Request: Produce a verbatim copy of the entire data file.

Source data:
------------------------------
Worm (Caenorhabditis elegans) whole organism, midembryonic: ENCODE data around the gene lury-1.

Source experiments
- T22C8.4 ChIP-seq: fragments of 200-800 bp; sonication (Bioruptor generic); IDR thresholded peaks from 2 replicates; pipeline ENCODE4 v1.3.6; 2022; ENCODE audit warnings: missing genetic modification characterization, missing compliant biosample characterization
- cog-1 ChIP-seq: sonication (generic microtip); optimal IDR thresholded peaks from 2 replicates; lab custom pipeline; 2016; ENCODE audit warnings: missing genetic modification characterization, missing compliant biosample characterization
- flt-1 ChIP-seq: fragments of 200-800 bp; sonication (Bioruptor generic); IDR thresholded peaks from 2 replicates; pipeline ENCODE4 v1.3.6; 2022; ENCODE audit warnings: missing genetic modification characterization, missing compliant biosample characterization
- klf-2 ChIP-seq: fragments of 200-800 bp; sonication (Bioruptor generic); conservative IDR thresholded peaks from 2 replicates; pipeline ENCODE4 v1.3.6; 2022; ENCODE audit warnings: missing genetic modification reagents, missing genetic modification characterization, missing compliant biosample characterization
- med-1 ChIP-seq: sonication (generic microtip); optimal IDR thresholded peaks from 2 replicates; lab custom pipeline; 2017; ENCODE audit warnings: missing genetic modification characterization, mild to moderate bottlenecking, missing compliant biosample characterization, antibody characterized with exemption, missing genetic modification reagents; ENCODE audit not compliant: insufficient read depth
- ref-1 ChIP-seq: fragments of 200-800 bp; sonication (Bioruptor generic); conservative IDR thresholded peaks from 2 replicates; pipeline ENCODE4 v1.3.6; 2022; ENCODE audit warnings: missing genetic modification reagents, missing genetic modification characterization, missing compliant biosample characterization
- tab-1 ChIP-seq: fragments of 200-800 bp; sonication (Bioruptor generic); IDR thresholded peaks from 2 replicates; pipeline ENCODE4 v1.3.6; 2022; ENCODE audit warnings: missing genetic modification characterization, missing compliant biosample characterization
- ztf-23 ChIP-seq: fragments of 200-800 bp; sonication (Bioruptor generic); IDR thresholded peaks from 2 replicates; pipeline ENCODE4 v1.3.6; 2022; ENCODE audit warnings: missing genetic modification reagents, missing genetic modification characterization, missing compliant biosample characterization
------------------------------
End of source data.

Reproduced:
Worm (Caenorhabditis elegans) whole organism, midembryonic: ENCODE data around the gene lury-1.

Source experiments
- T22C8.4 ChIP-seq: fragments of 200-800 bp; sonication (Bioruptor generic); IDR thresholded peaks from 2 replicates; pipeline ENCODE4 v1.3.6; 2022; ENCODE audit warnings: missing genetic modification characterization, missing compliant biosample characterization
- cog-1 ChIP-seq: sonication (generic microtip); optimal IDR thresholded peaks from 2 replicates; lab custom pipeline; 2016; ENCODE audit warnings: missing genetic modification characterization, missing compliant biosample characterization
- flt-1 ChIP-seq: fragments of 200-800 bp; sonication (Bioruptor generic); IDR thresholded peaks from 2 replicates; pipeline ENCODE4 v1.3.6; 2022; ENCODE audit warnings: missing genetic modification characterization, missing compliant biosample characterization
- klf-2 ChIP-seq: fragments of 200-800 bp; sonication (Bioruptor generic); conservative IDR thresholded peaks from 2 replicates; pipeline ENCODE4 v1.3.6; 2022; ENCODE audit warnings: missing genetic modification reagents, missing genetic modification characterization, missing compliant biosample characterization
- med-1 ChIP-seq: sonication (generic microtip); optimal IDR thresholded peaks from 2 replicates; lab custom pipeline; 2017; ENCODE audit warnings: missing genetic modification characterization, mild to moderate bottlenecking, missing compliant biosample characterization, antibody characterized with exemption, missing genetic modification reagents; ENCODE audit not compliant: insufficient read depth
- ref-1 ChIP-seq: fragments of 200-800 bp; sonication (Bioruptor generic); conservative IDR thresholded peaks from 2 replicates; pipeline ENCODE4 v1.3.6; 2022; ENCODE audit warnings: missing genetic modification reagents, missing genetic modification characterization, missing compliant biosample characterization
- tab-1 ChIP-seq: fragments of 200-800 bp; sonication (Bioruptor generic); IDR thresholded peaks from 2 replicates; pipeline ENCODE4 v1.3.6; 2022; ENCODE audit warnings: missing genetic modification characterization, missing compliant biosample characterization
- ztf-23 ChIP-seq: fragments of 200-800 bp; sonication (Bioruptor generic); IDR thresholded peaks from 2 replicates; pipeline ENCODE4 v1.3.6; 2022; ENCODE audit warnings: missing genetic modification reagents, missing genetic modification characterization, missing compliant biosample characterization